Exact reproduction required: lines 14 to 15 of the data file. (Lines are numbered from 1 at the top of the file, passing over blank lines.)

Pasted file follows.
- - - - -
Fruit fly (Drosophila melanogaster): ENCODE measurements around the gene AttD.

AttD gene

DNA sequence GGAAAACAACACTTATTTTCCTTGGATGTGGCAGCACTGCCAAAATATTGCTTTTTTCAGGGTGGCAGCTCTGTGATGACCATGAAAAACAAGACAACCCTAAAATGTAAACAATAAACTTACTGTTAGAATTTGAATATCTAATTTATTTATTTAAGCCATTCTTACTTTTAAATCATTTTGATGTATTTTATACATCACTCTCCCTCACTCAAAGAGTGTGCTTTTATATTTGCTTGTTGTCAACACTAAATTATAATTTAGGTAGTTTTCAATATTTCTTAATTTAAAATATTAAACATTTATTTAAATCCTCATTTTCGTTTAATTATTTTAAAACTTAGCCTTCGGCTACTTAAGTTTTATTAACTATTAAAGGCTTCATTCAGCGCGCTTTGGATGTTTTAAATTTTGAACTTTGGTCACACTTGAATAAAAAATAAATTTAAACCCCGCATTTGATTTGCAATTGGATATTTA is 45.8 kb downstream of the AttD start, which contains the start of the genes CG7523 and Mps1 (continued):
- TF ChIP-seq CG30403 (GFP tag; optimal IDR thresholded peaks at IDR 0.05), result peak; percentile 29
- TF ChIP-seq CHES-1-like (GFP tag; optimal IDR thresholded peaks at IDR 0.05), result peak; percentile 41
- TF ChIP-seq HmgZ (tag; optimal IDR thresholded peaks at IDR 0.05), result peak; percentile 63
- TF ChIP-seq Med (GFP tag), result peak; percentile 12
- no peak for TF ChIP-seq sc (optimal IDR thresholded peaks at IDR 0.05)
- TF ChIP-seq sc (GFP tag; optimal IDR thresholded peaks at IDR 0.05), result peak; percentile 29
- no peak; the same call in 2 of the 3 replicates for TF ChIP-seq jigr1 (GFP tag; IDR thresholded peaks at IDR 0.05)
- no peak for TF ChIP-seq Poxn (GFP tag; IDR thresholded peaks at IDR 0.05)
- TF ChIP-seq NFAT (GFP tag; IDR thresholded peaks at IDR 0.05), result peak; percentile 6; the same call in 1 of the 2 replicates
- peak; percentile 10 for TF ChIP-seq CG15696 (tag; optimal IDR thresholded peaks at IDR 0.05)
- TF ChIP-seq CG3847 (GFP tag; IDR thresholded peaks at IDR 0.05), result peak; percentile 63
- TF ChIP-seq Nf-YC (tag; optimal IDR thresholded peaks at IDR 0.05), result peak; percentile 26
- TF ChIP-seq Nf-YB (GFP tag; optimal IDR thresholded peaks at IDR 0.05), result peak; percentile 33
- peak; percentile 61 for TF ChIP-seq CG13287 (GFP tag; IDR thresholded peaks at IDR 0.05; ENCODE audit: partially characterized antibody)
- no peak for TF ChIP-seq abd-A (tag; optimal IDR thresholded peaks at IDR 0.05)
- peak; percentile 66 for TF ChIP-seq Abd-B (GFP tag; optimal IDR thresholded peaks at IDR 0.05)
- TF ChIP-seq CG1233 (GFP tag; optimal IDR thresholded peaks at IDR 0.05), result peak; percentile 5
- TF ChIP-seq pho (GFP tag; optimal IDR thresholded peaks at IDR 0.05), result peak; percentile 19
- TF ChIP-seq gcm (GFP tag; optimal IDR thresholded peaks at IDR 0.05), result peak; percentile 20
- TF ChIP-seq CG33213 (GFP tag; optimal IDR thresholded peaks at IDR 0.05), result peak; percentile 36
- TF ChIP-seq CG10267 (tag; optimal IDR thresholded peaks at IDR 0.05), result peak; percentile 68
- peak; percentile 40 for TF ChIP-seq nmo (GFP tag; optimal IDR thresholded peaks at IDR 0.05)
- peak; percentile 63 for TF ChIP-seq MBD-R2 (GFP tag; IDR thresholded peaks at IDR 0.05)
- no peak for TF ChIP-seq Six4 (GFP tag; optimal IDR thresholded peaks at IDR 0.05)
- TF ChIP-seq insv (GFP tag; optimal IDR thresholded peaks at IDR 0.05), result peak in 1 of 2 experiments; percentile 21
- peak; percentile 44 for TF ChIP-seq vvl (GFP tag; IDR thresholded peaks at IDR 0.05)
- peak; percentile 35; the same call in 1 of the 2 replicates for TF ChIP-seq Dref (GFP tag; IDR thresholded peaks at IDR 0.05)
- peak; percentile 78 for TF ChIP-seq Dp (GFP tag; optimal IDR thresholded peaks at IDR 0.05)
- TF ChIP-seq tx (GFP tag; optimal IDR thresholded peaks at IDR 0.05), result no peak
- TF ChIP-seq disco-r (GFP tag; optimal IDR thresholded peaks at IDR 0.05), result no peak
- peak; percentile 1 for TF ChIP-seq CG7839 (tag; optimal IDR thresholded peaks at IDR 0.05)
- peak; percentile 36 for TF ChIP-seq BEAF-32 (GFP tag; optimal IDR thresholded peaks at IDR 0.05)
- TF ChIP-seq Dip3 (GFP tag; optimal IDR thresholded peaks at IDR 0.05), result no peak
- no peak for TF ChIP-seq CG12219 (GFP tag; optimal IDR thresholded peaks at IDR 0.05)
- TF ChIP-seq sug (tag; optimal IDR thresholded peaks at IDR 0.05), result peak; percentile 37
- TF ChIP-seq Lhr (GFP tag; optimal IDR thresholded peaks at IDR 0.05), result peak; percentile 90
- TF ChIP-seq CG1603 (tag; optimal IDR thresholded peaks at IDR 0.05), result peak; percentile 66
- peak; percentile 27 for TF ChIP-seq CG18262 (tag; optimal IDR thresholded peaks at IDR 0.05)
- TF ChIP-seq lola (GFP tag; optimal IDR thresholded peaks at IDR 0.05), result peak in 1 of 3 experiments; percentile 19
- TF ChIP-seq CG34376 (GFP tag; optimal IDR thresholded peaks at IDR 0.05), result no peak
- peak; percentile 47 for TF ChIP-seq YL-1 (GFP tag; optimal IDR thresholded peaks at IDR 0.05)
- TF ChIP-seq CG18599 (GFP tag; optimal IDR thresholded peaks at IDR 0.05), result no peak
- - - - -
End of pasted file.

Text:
- TF ChIP-seq CG3847 (GFP tag; IDR thresholded peaks at IDR 0.05), result peak; percentile 63
- TF ChIP-seq Nf-YC (tag; optimal IDR thresholded peaks at IDR 0.05), result peak; percentile 26